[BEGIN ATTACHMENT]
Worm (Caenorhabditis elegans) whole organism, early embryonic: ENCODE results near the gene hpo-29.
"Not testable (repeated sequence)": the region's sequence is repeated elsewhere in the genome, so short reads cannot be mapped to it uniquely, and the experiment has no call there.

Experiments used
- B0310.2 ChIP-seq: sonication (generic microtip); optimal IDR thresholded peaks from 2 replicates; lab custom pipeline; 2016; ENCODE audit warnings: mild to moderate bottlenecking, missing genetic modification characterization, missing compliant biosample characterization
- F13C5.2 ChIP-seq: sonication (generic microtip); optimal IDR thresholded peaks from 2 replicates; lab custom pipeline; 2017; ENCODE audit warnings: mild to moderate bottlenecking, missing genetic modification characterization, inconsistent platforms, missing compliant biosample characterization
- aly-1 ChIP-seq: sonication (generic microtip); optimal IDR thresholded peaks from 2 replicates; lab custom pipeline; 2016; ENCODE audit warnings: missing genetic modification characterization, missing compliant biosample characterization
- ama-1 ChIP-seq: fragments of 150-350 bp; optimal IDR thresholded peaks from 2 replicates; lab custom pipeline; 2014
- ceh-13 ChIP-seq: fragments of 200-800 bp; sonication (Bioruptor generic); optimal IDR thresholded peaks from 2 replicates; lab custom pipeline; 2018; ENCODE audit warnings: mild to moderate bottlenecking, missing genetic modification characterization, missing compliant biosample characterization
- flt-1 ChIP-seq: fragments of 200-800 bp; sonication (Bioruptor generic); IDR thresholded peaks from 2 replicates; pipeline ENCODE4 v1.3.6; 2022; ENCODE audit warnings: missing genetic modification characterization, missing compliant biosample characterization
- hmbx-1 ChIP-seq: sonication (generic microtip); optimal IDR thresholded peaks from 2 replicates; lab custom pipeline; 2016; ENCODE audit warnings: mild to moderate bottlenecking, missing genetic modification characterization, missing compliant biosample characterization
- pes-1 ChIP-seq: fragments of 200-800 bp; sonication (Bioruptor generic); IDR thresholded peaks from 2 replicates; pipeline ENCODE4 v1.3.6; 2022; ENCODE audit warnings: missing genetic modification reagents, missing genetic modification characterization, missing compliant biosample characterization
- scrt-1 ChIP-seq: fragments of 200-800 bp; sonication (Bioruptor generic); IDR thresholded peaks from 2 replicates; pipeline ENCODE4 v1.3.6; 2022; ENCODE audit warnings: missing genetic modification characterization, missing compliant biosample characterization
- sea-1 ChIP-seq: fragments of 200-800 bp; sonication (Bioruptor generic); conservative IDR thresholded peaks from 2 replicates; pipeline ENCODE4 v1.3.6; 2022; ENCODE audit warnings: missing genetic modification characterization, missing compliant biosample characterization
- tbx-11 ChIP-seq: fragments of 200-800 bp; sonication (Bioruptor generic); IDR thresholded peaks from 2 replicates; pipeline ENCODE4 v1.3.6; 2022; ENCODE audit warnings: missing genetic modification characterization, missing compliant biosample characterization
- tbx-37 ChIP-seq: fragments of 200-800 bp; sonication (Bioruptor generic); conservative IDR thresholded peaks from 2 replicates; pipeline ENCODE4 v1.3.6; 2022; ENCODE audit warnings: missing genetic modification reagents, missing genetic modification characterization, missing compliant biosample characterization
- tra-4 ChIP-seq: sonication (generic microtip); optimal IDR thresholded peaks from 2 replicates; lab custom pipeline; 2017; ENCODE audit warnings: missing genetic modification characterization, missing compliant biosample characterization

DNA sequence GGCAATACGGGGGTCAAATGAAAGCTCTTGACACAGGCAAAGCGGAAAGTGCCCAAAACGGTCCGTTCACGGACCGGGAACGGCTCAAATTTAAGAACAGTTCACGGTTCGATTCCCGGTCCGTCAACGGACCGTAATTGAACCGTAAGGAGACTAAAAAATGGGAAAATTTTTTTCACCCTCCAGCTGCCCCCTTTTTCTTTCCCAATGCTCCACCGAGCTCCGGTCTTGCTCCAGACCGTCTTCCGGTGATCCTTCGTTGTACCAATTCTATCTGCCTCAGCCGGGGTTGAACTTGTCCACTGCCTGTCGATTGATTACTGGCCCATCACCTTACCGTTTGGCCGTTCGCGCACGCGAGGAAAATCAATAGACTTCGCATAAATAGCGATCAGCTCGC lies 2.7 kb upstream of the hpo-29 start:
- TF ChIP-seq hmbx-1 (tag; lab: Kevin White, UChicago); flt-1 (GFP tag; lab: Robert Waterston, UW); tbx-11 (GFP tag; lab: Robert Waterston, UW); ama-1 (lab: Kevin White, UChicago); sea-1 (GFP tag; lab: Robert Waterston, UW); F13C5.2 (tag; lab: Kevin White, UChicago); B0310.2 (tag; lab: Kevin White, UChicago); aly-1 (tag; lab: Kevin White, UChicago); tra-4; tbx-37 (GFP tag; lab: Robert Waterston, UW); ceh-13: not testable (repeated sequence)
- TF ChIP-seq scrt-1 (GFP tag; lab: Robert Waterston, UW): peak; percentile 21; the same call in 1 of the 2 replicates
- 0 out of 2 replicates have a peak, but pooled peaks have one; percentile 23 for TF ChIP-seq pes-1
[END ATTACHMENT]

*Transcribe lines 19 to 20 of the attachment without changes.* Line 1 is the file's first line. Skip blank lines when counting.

- TF ChIP-seq scrt-1 (GFP tag; lab: Robert Waterston, UW): peak; percentile 21; the same call in 1 of the 2 replicates
- 0 out of 2 replicates have a peak, but pooled peaks have one; percentile 23 for TF ChIP-seq pes-1